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Reconnecting in a Fractured Political Landscape

Curated & Moderated by:
Anna-Kynthia Bousdoukou
The vicious cycle of political polarization not only gives rise to political issues, but also raises moral and mental health concerns. Is there a way to break free?
Wednesday 21 June 2023, at 16:00EEST
Alternative Stage, GNO

"For years, the French people have been torn between two visions of the future. One vision represents disorder and injustice, while the other (…) favors a select few over the majority," stated Marine Le Pen, a member of the far-right party Rassemblement National, when qualified to participate in the second round of the French presidential election against Emmanuel Macron, in April 2022.

On the other side of the globe, during his inauguration as President of the United States in January 2017, Donald Trump emphasized on the existence of two competing factions in America, "us and them". "Their victories have not translated into victories for you...Their triumphs have not been your triumphs", Trump highlighted[1].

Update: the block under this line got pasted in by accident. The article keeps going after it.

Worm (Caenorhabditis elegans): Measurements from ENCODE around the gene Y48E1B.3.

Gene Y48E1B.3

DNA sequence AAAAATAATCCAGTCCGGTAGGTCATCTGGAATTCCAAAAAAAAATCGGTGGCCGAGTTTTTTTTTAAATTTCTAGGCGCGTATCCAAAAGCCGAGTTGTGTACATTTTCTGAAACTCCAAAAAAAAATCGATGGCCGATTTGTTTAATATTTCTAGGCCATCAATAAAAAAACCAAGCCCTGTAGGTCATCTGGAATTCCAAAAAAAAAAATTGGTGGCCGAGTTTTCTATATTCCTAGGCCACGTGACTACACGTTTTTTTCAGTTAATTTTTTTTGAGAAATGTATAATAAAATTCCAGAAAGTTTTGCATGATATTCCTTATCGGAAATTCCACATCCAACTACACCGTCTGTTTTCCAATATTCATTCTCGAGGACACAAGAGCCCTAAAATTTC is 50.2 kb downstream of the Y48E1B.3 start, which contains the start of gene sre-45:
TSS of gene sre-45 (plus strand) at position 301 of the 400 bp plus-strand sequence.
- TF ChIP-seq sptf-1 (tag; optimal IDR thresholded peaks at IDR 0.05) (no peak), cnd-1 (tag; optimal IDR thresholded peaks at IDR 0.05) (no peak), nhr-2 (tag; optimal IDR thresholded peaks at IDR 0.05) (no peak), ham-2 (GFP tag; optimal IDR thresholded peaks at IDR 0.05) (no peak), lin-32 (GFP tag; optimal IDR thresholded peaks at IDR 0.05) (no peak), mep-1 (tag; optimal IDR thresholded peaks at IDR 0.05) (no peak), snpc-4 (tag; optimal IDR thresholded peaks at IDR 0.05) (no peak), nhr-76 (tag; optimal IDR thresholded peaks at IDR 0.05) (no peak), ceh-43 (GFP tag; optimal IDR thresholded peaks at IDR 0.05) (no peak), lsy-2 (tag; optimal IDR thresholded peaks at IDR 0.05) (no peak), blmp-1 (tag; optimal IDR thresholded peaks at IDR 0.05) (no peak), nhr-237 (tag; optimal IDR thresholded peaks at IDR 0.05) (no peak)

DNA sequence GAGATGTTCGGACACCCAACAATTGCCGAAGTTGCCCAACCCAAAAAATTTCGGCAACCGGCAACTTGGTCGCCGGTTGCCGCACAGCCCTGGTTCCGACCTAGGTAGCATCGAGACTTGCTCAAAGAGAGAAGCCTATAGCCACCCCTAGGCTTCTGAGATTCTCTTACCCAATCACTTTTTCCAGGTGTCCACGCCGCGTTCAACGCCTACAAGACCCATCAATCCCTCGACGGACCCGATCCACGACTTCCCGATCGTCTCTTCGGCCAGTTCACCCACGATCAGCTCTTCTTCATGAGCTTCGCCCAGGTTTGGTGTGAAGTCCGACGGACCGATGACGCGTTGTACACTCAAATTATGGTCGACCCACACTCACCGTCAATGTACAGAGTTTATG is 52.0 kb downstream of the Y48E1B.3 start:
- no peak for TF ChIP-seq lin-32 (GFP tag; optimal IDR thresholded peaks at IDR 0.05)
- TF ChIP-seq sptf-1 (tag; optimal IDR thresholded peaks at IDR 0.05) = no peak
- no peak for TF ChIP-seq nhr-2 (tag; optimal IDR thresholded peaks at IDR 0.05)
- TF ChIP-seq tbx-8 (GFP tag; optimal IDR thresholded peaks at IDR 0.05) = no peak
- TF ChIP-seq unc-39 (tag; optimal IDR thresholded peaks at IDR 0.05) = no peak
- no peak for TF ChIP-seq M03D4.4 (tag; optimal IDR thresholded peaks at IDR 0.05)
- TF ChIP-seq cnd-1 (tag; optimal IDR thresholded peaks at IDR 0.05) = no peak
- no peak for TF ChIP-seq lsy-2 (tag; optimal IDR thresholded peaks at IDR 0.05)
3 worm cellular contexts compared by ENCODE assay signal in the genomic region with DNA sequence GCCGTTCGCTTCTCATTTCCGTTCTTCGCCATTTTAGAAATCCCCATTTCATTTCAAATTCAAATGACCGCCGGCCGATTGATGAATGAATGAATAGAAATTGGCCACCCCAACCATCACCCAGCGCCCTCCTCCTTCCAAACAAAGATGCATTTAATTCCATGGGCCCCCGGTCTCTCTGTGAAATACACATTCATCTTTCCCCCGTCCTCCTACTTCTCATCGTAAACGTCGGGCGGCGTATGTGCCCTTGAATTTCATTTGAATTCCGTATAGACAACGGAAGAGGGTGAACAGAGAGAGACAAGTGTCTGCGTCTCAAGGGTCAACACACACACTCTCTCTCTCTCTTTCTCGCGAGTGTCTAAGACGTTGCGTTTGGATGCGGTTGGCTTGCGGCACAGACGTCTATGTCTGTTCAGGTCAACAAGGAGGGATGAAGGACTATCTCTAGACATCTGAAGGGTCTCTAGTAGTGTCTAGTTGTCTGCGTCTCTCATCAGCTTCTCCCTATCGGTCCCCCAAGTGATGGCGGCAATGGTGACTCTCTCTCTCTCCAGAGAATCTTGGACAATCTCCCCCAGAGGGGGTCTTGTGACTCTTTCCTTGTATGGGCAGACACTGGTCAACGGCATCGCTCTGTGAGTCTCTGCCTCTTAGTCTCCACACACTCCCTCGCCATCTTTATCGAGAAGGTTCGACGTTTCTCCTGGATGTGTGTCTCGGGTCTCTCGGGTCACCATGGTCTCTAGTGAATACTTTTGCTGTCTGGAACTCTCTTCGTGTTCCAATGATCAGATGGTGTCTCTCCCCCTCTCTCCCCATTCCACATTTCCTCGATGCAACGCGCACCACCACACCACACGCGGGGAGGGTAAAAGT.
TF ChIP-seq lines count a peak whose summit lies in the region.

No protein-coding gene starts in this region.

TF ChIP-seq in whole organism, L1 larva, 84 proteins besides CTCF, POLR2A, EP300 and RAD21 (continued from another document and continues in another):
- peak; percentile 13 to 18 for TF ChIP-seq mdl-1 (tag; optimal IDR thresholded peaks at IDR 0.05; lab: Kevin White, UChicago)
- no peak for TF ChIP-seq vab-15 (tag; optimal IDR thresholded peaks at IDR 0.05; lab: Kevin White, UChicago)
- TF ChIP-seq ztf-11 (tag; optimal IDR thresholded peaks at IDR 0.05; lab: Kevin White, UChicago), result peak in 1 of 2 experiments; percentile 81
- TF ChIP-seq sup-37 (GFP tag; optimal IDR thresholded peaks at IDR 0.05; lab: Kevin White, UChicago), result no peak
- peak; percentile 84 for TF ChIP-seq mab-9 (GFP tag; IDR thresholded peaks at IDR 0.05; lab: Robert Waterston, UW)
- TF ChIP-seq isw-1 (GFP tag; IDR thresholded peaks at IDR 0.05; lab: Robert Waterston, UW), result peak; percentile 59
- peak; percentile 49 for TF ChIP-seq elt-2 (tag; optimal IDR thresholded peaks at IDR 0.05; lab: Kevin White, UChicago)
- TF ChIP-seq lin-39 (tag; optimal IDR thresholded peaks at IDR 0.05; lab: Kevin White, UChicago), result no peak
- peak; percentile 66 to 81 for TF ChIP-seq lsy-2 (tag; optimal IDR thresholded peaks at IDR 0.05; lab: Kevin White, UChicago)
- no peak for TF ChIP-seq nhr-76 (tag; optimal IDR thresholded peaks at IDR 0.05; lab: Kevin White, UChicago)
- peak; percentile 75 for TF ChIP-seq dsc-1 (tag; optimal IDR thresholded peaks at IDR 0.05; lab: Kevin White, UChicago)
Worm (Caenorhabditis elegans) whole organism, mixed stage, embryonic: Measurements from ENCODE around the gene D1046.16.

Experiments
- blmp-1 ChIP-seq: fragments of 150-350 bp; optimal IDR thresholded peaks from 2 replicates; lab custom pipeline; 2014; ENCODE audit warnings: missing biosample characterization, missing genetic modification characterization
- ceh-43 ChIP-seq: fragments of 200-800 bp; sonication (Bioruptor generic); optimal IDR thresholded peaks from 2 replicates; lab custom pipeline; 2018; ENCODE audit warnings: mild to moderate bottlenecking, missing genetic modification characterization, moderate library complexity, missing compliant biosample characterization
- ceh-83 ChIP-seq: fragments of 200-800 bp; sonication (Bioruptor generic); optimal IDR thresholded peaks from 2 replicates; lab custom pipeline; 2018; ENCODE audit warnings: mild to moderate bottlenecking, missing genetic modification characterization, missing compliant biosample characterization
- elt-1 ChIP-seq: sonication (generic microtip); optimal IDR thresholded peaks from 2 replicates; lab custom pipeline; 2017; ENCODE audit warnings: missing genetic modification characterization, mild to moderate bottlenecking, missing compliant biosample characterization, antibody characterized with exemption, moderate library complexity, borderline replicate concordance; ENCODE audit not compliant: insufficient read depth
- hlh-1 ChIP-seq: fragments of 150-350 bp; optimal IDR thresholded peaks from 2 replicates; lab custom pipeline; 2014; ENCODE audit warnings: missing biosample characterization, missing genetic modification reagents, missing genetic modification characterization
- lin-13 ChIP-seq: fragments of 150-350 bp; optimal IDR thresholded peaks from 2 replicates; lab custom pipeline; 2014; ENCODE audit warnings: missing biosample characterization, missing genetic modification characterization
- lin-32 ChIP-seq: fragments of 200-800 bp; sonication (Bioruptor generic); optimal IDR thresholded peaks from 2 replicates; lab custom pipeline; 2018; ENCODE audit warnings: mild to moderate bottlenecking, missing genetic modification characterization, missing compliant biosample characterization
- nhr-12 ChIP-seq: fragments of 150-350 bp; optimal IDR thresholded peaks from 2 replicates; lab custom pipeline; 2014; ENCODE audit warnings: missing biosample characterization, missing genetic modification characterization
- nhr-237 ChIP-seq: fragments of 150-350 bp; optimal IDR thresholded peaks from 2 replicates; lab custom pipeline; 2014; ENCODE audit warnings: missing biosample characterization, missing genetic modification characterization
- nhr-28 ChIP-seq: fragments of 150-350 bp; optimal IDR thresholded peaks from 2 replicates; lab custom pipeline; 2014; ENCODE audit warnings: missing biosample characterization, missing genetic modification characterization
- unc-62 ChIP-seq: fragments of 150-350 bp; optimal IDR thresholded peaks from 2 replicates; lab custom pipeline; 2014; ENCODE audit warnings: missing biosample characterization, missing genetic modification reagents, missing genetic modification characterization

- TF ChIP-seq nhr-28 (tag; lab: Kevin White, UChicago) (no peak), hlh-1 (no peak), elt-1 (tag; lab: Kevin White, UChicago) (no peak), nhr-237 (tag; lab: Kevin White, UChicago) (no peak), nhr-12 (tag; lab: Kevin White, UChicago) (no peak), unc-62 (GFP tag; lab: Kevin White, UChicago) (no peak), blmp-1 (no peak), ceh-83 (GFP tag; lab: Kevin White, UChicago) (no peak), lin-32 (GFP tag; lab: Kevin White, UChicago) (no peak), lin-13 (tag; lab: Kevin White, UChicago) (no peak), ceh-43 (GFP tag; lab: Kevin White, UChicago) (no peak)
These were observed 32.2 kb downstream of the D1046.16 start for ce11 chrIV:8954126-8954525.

Four years later, during a re-election rally in 2020, Donald Trump referred to his rival candidate Joe Biden as "Sleepy Joe". In response, Biden called Trump a "clown".

All those comments were observed by millions of voters, exposing them to intense, divisive political rhetoric. In a world confronted with pressing challenges like economic turmoil, social injustices, and war, politics should promptly provide viable solutions. At the end of the day, not only does politics not deliver but political polarization in public discourse appears to be spiraling out of control, becoming a deeply personal matter.

Visualization of polarization in 28 countries from the 2023 Edelman Trust Barometer Report. The more divided and entrenched a country is, the more severely it is polarized.

Among others, this phenomenon became the main topic of discussion of the SNF Dialogues that took place on Wednesday, the 21st of June, and kicked off the SNF Nostos Conference 2023 on Mental Health.

Leaders have a big role to play (…) Their motivations are often based on how to get more votes and how to get more money and…[they] create more conflict to get those things. Having leaders be more responsible participants in democracy (…) could tone things down.